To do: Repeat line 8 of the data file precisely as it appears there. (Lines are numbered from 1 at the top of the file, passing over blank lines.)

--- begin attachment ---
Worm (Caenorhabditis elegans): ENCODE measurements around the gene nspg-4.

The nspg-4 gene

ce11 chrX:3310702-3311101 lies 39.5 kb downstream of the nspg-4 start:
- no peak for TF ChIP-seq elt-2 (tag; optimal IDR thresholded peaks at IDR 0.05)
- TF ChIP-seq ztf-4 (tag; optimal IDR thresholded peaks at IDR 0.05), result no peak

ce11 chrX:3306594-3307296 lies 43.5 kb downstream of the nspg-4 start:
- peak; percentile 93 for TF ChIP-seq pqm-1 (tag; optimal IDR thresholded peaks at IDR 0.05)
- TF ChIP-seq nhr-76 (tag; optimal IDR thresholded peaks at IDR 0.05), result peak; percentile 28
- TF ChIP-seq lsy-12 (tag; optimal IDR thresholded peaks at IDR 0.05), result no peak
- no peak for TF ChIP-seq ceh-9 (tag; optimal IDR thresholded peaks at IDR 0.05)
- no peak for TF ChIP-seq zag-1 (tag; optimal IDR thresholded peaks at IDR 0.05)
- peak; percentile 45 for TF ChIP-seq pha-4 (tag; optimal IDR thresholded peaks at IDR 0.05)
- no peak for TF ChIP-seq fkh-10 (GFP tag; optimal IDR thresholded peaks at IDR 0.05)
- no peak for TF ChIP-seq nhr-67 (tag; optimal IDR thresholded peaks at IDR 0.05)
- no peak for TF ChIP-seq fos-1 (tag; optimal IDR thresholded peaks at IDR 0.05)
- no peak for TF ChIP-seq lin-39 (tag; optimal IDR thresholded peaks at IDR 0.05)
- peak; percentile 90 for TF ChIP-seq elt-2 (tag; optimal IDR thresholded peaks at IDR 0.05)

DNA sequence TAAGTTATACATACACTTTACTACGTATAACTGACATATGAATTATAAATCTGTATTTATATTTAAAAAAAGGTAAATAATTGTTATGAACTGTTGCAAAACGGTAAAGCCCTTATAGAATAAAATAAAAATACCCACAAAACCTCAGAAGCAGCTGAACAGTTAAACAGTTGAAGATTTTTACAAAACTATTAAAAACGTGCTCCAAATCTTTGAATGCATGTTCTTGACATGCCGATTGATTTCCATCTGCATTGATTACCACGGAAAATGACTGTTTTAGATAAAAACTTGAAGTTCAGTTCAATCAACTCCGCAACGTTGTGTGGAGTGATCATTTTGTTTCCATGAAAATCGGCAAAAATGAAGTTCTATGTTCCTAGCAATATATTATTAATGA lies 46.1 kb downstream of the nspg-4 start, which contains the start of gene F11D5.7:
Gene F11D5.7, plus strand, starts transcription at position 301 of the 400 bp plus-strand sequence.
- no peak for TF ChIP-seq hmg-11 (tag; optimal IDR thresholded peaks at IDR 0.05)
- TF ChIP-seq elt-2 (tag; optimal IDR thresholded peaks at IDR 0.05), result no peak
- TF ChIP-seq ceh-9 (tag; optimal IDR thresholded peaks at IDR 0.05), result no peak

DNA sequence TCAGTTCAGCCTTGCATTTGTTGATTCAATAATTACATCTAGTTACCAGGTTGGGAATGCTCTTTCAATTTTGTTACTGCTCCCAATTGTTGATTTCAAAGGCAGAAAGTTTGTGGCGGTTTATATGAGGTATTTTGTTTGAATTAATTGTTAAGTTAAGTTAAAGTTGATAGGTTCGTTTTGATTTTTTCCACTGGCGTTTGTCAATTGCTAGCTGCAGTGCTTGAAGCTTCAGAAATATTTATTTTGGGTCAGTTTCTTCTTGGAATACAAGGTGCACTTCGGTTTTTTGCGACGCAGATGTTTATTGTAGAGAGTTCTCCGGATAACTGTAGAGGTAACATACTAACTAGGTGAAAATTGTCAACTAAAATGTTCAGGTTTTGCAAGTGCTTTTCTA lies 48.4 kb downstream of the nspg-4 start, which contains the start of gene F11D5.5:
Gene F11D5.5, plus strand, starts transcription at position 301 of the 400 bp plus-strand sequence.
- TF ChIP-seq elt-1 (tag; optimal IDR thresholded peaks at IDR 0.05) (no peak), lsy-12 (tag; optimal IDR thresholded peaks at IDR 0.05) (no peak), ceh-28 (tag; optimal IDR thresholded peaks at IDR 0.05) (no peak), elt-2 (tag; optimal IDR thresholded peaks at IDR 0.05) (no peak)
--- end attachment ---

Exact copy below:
- TF ChIP-seq nhr-76 (tag; optimal IDR thresholded peaks at IDR 0.05), result peak; percentile 28